If you’re thinking of joining the FIRE movement, you might want to read Suze Orman’s advice.
- FIRE stands for financial independence, early retirement.
- It is a movement that prioritizes cost reduction and financial independence.
- Finance guru Suze Orman has spoken out against it, pointing out that those who retire so early can end up with regrets and end up in financial trouble.
The FIRE movement is an online trend and a way of life for many. It stands for Financial Independent, Retire Early. It promotes extreme saving and frugality, often involving much sacrifice to minimize living expenses. The purpose is to enable investment and reduce the cost of living so that you can retire at a very young age and be financially independent.
While living frugally to retire early may sound like a good thing, finance expert Suze Orman has stated unequivocally that she actually hates the FIRE movement. This is why.
Suze Orman’s big problem with the FIRE movement
In a 2018 interview with Afford Anything’s Paula Pant, Orman was asked what he thought of the FIRE movement. His answer was unequivocal. “I hate it. I hate it. I hate it,” he said.
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This may seem like a surprising answer to a question about a movement promoting saving for early retirement. But Orman had plenty of justifications for why he doesn’t think taking this approach is a good idea.
The big problem with the FIRE movement, according to Orman, is that retiring at a very young age, which most people in the movement aspire to, can leave you with very little money to support yourself throughout your life. That’s true even if he thinks he’s well prepared and has enough funds to cover what he needs.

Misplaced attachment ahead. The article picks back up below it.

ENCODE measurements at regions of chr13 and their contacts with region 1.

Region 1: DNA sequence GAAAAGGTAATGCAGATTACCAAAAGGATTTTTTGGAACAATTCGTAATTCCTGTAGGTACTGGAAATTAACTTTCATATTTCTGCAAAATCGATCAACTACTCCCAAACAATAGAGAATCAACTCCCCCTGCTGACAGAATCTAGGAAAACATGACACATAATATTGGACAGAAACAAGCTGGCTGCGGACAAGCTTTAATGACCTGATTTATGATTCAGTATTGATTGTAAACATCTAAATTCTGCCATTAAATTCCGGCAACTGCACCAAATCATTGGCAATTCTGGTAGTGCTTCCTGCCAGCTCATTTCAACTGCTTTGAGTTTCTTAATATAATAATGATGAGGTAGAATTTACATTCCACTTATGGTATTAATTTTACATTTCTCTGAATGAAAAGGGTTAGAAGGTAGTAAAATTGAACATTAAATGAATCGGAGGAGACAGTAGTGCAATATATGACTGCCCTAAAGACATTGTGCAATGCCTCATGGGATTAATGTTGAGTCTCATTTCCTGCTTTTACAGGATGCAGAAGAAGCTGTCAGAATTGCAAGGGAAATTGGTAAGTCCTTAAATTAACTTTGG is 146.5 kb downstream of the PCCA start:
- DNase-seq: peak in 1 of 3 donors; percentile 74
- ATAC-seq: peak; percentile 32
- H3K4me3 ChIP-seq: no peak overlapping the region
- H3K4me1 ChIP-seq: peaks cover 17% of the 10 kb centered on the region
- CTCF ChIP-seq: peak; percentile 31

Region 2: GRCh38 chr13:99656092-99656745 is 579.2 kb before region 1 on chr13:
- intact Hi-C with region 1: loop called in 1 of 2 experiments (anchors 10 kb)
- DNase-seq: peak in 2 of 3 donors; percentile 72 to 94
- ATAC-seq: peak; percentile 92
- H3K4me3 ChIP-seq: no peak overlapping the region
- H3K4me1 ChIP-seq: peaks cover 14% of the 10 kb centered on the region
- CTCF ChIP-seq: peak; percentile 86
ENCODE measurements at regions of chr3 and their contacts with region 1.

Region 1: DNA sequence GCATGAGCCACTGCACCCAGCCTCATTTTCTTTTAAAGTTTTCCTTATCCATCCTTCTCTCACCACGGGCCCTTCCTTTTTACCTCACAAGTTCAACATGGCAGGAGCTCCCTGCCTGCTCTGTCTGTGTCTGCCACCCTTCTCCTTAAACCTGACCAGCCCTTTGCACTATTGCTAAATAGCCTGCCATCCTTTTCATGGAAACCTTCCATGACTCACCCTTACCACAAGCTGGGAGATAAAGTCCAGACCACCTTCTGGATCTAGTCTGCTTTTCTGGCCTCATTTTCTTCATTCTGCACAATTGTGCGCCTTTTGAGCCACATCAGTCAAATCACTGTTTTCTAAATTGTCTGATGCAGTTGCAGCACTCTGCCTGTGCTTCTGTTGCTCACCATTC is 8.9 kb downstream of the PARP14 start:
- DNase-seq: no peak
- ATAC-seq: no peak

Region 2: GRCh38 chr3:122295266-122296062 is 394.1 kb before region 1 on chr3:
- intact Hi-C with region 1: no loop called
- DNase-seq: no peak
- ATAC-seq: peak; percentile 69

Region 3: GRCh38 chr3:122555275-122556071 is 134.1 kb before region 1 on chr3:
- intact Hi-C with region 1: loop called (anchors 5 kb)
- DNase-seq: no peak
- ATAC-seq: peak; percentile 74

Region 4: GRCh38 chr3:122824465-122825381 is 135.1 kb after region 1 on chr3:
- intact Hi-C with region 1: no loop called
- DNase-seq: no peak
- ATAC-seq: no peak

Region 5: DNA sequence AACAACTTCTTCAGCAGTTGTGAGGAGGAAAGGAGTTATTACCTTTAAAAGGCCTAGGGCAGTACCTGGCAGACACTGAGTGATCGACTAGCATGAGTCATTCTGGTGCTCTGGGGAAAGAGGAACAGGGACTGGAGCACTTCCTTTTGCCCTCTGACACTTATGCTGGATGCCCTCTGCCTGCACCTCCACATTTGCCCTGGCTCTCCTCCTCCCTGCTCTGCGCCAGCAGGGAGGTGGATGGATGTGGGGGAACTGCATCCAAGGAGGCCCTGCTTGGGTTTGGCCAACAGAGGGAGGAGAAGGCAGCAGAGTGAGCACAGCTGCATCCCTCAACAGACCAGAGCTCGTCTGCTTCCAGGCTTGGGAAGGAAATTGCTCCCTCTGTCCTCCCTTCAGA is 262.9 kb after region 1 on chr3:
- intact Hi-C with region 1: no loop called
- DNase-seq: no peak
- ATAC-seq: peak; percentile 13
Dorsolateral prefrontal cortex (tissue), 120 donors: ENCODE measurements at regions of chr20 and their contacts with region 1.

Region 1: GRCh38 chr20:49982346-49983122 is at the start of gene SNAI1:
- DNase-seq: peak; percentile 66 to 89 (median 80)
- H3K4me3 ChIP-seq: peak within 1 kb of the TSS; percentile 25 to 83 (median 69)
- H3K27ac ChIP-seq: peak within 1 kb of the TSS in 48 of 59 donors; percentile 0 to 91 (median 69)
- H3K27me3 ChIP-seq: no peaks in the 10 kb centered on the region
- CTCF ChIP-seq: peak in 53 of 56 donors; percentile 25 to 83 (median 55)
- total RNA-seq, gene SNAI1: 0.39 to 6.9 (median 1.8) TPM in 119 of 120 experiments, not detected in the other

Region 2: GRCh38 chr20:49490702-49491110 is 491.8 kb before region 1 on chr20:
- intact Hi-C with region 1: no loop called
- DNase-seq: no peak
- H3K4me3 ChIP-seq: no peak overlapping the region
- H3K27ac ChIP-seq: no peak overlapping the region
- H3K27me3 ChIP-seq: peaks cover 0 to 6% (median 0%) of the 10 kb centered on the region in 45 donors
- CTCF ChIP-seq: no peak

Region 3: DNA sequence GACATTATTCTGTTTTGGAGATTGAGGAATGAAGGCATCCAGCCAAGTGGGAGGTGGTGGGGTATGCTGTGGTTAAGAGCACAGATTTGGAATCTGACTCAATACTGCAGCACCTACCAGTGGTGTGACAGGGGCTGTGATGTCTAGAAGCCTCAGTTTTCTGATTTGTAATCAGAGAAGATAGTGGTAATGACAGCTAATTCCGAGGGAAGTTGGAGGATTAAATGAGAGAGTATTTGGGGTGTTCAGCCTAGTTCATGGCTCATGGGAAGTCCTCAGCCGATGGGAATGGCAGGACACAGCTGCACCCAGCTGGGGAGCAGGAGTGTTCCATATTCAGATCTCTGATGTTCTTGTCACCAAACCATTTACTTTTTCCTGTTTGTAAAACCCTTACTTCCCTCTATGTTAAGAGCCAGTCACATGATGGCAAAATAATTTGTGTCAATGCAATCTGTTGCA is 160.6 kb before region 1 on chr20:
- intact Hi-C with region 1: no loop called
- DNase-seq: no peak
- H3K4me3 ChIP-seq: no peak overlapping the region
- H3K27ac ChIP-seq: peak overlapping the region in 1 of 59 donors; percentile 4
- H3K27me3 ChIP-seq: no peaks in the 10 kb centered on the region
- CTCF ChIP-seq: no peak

When you retire too early, there’s a lot more time in your life for something to go wrong and drain your savings. And if that happens, you’ll have many, many more years to support yourself, but it can be hard to get back into the working world after a long absence.
“If you only have a few hundred thousand, or a million, or two million dollars, I’m here to tell you… if a catastrophe happens, if something happens, what are you going to do? You’re going to burn alive,” Orman warned.
Orman also noted that while many people in the FIRE movement may want to retire in their 30s, they may seriously regret it. “The FIRE enthusiast is going to retire at 35. And that’s the biggest mistake a person could make in his lifetime.”
Orman is right?
Orman is absolutely right that retiring at a very young age leaves you extremely vulnerable.
It can be quite difficult for people in their 60s and 70s to plan for every expense they will face over the course of their lives and make sure they have the funds even for unexpected costs like unexpected medical bills. Someone retiring in their 30s, on the other hand, could end up trying to rely on their investments for 60 or 70 years, and it’s almost inevitable that big surprises will happen during that time that can affect their ability to do so.
Of course, not everyone in the FIRE movement wants to stop working so young. Some people just want the ability do so, but will continue to earn income even after achieving financial independence. While that’s not necessarily a bad goal to set, if you’re hoping to retire really early, you might want to heed Orman’s warning that doing so could set you up for disaster later on.
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